Application Number Priority Date Filing Date Title
US562906A US1717459A (en) 1922-05-22 1922-05-22 Refrigerator

Applications Claiming Priority (1)

Application Number Priority Date Filing Date Title
US562906A US1717459A (en) 1922-05-22 1922-05-22 Refrigerator

Publications (1)

Publication Number Publication Date
US1717459A true US1717459A (en) 1929-06-18

Family

ID=24248290

Family Applications (1)

Application Number Title Priority Date Filing Date
US562906A Expired - Lifetime US1717459A (en) 1922-05-22 1922-05-22 Refrigerator

Country Status (1)

Country Link
US (1) US1717459A (en)

Cited By (1)

* Cited by examiner, † Cited by third party
Publication number Priority date Publication date Assignee Title
US2709900A (en) * 1952-10-07 1955-06-07 Philco Corp Refrigerator with air conditioned receptacle

Cited By (1)

* Cited by examiner, † Cited by third party
Publication number Priority date Publication date Assignee Title
US2709900A (en) * 1952-10-07 1955-06-07 Philco Corp Refrigerator with air conditioned receptacle

Similar Documents

Publication Publication Date Title
US2323511A (en) Refrigerating and air conditioning apparatus
US6266963B1 (en) Apparatus using stirling cooler system and methods of use
US2167442A (en) Refrigeration apparatus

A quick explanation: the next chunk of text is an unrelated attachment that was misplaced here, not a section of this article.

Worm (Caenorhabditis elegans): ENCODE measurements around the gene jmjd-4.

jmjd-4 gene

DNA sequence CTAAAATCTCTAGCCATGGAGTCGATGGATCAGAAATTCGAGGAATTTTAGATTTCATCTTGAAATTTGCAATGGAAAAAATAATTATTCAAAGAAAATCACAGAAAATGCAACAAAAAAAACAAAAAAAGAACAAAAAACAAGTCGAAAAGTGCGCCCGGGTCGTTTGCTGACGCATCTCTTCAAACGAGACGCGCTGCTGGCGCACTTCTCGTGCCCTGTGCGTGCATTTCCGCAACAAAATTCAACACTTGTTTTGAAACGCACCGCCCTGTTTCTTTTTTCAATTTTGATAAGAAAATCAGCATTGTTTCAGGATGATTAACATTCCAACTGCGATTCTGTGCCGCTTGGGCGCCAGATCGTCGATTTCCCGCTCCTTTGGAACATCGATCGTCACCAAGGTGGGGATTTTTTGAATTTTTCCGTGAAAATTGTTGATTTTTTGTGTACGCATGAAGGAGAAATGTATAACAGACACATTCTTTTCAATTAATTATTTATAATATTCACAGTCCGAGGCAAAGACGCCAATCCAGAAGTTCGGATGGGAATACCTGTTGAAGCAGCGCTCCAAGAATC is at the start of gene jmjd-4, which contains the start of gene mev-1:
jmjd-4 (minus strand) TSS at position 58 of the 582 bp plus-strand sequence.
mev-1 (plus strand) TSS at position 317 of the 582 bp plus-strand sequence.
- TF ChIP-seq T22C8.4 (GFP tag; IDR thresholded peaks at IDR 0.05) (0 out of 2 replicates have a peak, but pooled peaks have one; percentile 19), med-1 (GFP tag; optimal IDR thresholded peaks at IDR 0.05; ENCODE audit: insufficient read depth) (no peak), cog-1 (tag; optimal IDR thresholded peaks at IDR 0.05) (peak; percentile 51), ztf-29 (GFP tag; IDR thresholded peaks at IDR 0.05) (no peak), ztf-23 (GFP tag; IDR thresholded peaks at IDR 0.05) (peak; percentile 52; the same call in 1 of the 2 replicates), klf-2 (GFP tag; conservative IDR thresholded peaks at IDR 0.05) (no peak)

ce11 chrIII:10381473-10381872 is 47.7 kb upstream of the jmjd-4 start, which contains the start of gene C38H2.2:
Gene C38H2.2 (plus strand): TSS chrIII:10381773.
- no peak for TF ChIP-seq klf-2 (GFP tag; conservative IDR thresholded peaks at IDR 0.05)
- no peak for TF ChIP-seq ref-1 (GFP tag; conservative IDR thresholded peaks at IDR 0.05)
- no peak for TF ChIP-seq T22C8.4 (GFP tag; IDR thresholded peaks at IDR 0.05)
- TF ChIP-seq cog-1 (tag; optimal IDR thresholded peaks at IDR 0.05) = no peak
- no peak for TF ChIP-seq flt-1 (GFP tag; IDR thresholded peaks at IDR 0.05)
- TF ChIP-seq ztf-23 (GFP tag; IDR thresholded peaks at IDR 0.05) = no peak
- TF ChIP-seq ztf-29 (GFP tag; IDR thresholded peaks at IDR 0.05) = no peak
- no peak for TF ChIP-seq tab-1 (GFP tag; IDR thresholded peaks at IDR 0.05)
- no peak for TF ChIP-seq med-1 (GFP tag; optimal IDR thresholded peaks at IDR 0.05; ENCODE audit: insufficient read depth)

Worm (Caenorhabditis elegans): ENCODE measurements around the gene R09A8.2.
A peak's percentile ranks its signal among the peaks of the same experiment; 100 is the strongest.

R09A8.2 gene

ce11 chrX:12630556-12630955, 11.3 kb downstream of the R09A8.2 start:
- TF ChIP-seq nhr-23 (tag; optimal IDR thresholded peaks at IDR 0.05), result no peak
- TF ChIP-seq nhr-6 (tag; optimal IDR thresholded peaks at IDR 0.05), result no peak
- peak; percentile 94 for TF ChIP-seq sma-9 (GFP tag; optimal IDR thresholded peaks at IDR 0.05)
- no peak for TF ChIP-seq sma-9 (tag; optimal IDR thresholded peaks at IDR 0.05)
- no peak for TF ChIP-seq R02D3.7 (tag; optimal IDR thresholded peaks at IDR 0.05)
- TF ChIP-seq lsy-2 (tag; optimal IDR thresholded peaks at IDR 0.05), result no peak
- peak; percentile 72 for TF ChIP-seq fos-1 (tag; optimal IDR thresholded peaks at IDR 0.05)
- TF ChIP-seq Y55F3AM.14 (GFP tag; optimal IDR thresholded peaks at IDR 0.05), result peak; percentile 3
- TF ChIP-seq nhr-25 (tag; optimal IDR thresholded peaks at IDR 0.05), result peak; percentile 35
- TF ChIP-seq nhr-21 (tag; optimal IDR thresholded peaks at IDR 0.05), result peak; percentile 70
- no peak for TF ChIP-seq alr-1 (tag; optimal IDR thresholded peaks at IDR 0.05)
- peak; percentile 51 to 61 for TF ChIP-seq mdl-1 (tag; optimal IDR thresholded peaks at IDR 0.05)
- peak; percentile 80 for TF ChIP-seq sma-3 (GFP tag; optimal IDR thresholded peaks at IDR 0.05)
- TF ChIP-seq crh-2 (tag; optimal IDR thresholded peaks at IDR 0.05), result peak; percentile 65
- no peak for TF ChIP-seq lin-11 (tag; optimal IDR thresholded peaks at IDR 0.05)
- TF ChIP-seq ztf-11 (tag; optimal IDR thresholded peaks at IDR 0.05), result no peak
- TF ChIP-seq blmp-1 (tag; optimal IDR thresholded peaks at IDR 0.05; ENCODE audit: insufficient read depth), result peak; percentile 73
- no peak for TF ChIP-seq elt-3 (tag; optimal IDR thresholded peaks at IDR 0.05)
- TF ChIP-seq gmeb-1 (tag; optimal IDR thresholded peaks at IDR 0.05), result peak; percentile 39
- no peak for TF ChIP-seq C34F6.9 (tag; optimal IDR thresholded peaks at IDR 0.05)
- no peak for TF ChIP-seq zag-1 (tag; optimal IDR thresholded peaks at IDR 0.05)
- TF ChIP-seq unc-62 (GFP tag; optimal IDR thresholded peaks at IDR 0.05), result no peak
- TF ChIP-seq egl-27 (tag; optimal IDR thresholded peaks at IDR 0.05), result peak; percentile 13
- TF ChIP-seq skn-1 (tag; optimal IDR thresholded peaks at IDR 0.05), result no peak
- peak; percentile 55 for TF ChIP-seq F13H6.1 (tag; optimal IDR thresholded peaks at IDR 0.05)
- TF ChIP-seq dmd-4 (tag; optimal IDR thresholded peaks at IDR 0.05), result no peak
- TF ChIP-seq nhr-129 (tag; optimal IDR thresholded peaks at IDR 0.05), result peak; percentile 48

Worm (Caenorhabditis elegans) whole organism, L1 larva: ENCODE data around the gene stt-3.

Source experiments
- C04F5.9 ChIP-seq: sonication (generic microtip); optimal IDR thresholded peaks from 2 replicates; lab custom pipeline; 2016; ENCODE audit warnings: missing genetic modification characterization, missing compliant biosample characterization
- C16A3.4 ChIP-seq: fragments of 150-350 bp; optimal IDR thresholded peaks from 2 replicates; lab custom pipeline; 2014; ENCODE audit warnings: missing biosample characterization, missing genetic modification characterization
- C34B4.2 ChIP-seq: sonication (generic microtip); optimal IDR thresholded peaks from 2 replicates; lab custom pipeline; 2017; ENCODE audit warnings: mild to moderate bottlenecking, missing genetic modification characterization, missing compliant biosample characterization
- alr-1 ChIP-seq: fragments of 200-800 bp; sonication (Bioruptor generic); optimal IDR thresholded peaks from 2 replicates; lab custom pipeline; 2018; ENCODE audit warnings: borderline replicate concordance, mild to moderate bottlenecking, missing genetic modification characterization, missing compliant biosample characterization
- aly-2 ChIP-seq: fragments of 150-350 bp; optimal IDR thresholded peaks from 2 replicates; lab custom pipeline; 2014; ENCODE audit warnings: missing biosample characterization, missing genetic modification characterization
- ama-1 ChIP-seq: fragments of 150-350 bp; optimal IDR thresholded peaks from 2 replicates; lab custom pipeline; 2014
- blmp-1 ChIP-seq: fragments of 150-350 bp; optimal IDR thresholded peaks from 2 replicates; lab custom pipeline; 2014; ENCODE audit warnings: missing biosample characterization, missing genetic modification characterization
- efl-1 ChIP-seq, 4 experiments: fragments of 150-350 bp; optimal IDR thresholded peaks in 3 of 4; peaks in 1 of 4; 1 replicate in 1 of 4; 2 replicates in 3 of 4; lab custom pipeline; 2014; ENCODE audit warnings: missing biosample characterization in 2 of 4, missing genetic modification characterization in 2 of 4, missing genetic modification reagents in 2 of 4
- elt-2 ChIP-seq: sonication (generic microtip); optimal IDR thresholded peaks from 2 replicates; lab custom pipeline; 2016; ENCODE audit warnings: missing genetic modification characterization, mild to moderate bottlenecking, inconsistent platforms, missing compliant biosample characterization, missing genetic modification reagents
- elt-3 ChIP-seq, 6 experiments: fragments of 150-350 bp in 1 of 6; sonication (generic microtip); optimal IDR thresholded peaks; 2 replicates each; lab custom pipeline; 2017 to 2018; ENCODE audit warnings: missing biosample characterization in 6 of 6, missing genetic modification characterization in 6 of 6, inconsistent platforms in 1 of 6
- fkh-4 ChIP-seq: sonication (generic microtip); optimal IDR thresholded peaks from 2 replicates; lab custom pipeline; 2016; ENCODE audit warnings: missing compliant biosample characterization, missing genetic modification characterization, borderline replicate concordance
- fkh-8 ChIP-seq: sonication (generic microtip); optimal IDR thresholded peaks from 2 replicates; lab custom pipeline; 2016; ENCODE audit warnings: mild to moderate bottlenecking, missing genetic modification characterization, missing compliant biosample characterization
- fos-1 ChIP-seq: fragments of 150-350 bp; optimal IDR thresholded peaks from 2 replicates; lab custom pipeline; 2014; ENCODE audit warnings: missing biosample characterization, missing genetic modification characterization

US2487182A (en) Two-temperature refrigerator having means for defrosting
US2089608A (en) Refrigerating apparatus
US2146796A (en) Refrigerating apparatus
US2047249A (en) Apparatus for cooling food storage spaces
US2310117A (en) Refrigerating apparatus
US1717459A (en) Refrigerator
US2117104A (en) Means for defrosting heat exchanger surfaces
US2433188A (en) Secondary refrigerating apparatus
US2219789A (en) Refrigerator
US2133961A (en) Refrigeration apparatus
US2133039A (en) Air conditioning system
US2012308A (en) Refrigerating apparatus
US1720768A (en) Cooling unit for refrigerating mechanism
US2442188A (en) Controlled humidity refrigerator
US1719818A (en) Refrigerating process and apparatus
US2125727A (en) Air conditioning apparatus
US2262635A (en) Refrigeration
US2301938A (en) Refrigerator
US2141459A (en) Multiple compartment refrigerator
US1891231A (en) Refrigerating apparatus
US1823004A (en) Refrigerating unit
US2474499A (en) Multiple temperature refrigerating unit having air circulating means